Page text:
In view of this situation Wegener undertook it himself to supply this station with additional food and fuel. Wegener died on the way back of "Eismitte" presumably about 16th of November, 1930. On the 12th of May, 1931 the searching expedition lead by Ernst Sorge and Karl Weiken found Wegener's gravesite which had been put on by his Greenlandic companion, Rasmus Willumsen, carefully. Only heart failure could be assumed as a cause of Wegener's death, as Willumsen and with him Wegener's diary remained missing.







Directly to Wegener's death his scientific achievement was located rather in the meteorology and in the polar research. Today his theory on continental movement is evaluated as his most important scientific achievement which was approved later in the 60s of the 20th century and  became the basis of the theory of the plate tectonics during the following years.

At dizzy height

Alfred Wegener and his brother were avid hot-air balloonists. In 1906 they succeeded in undertaking an exceptionally long balloon flight. Poorly equipped with clothing and supplies, they landed, suffering from hunger and the cold, only after 52.5 hours, thus breaking the existing world record at that time by 17 hours.

Struck by lightning

Wegener’s first meteorological article appeared back in 1905 and described a lightning strike in a group of kites in which six kites were held in the air by over 9,000 metres of wire. The topmost kite carried the self-recording instruments. When Wegener started hauling them in because of an impending storm, he suddenly saw a beam of fire move down the wire to the outermost unwinding reel with a tremendous hiss like an explosion. Wegener was lucky and escaped injury. However, the wire was completely burned up.

On foot and by sled

On the Danish Mylius-Erichsen expedition in 1906-1908 in northeast Greenland Alfred Wegner covered 1,500 km by dog sled within 90 travel days. Using a hand sled, he travelled for 43 days, covering around 500 km.

While crossing Greenland at around 77°N in 1912-1913, he along with his colleagues Koch, Vigfuß and Larsen had to trek over 1,200 km, for the most part on skis at elevations of about 3,000 metres. The actual crossing of the inland ice took 75 days.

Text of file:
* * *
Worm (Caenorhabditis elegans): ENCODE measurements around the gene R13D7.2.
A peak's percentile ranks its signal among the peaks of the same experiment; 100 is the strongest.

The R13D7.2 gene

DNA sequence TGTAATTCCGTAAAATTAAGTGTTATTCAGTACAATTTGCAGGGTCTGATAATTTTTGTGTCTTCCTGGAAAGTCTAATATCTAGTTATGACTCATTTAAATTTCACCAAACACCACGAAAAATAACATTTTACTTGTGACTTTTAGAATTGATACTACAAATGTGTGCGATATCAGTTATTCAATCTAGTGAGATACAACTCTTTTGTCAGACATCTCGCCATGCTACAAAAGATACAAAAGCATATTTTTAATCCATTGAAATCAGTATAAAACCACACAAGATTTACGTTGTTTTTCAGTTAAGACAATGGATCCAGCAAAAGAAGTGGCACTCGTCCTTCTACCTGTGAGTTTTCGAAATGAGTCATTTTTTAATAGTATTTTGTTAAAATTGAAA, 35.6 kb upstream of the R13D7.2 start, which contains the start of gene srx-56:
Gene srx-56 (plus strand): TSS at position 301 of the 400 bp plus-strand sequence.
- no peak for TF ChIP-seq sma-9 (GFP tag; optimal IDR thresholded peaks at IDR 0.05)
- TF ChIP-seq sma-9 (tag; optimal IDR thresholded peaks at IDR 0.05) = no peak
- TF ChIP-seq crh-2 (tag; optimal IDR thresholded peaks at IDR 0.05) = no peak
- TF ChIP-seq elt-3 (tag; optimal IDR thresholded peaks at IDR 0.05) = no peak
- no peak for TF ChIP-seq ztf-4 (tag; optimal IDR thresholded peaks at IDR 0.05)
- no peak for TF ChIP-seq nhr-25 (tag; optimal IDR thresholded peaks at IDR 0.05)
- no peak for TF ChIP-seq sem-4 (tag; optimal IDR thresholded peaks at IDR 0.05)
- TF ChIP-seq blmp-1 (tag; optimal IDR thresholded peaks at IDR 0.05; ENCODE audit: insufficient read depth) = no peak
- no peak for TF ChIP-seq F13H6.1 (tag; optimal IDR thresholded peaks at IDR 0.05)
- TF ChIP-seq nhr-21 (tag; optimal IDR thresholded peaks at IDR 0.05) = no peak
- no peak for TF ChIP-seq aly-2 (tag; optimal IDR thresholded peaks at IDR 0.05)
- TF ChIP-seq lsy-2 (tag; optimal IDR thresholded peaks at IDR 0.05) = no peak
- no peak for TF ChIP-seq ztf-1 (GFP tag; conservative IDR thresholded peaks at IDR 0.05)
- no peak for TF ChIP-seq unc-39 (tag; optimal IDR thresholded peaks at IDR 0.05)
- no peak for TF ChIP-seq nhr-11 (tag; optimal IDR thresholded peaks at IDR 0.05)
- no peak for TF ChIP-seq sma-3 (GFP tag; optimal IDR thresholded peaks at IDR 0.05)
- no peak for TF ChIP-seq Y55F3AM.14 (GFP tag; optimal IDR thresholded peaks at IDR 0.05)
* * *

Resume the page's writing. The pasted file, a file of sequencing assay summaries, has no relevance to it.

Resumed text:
Smoker and poet

Wegener started smoking during the expedition in 1906-1908. In response to criticism he answered with a poem in praise of tobacco, which begins as follows:


Ich lobe mir die kurze Pfeife!

Damit der Geist nicht ziellos schweife,

Und die Probleme fest ergreife,

So daß die Arbeit richtig reife, ….


Wegener had a special predilection for Christian Morgenstern’s poetry. On certain occasions he himself occasionally tried his hand at humorous, comical poems, such as:


Auf hoher See Hipp! Hipp! Hurra! Wir fahren nach Amerika!

Wir stampfen gegen Wind und See, sieben Meilen Fahrt, Herrjemineh!

Windstärke neun von vorn o Schreck! Wir nehmen Wasser über Deck.

Doch wenn erlahmt des Sturmes Kraft, entfaltet sich die Wissenschaft.

Der Doktor schon zu diesem Zwecke, füllt den Ballon hier in der Ecke.

Erst muss er tüchtig >Auftrieb< kriegen, dann läßt ihn der Professor fliegen.

Das weitere ist gar nicht schwer: Man guckt von unten hinterher.

Und rechnet dann im Kämmerlein, wie wohl der Wind mag oben sein.

To the bitter end

When Alfred Wegener and his expedition comrades approached the end of the Greenland crossing of the west coast at the beginning of July 1913, the last remaining horse, Grauni, was extremely weak. However, the men had set their mind on saving this horse at all cost.

In his entry for 28 June Wegener wrote in his diary: … We covered about two kilometres in an original way, for which – as far as I know – we have priority: we put Grauni on the sled and tied him there and then we pulled the sled ourselves! … After this first attempt, as Wegener called it, Grauni was transported on the sled several more times on the following days.

However, the horse did not reach the west coast. The entry for 4 July reads: We haven’t eaten any bread in a long time now, but have given everything to Grauni; we made do with short legs each day though we could have gone further with the help of the sail; we put him on the sled and pulled ourselves – many miles – and now he dies on us a mile before the depot.